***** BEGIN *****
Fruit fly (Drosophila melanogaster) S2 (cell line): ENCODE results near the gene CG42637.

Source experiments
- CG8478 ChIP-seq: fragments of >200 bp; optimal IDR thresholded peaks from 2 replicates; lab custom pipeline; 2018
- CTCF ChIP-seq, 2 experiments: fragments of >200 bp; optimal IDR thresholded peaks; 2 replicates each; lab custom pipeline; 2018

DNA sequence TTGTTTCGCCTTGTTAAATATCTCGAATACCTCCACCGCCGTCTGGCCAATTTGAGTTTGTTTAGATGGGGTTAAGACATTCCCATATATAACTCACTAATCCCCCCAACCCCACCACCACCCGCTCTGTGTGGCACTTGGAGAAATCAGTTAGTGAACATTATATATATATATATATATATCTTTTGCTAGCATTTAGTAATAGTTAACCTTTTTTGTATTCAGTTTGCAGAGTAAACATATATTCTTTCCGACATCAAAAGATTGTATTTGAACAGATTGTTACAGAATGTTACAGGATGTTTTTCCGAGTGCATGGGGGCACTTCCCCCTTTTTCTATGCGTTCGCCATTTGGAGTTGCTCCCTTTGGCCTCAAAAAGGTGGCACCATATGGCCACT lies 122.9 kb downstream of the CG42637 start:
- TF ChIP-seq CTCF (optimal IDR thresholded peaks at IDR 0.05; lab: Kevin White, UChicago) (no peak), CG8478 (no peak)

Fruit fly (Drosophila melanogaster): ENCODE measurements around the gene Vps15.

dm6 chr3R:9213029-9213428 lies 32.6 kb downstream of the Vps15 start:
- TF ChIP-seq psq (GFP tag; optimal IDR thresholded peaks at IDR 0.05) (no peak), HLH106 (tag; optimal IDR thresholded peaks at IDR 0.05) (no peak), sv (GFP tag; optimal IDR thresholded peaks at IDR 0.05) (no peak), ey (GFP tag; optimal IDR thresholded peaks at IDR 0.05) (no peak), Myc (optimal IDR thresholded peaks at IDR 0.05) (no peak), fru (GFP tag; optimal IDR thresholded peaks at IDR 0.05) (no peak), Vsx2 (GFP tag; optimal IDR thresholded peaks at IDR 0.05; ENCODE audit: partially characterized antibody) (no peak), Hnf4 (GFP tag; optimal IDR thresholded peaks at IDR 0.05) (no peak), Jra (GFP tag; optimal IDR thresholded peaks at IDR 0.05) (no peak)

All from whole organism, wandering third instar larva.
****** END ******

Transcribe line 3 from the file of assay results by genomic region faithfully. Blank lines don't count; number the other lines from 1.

- CG8478 ChIP-seq: fragments of >200 bp; optimal IDR thresholded peaks from 2 replicates; lab custom pipeline; 2018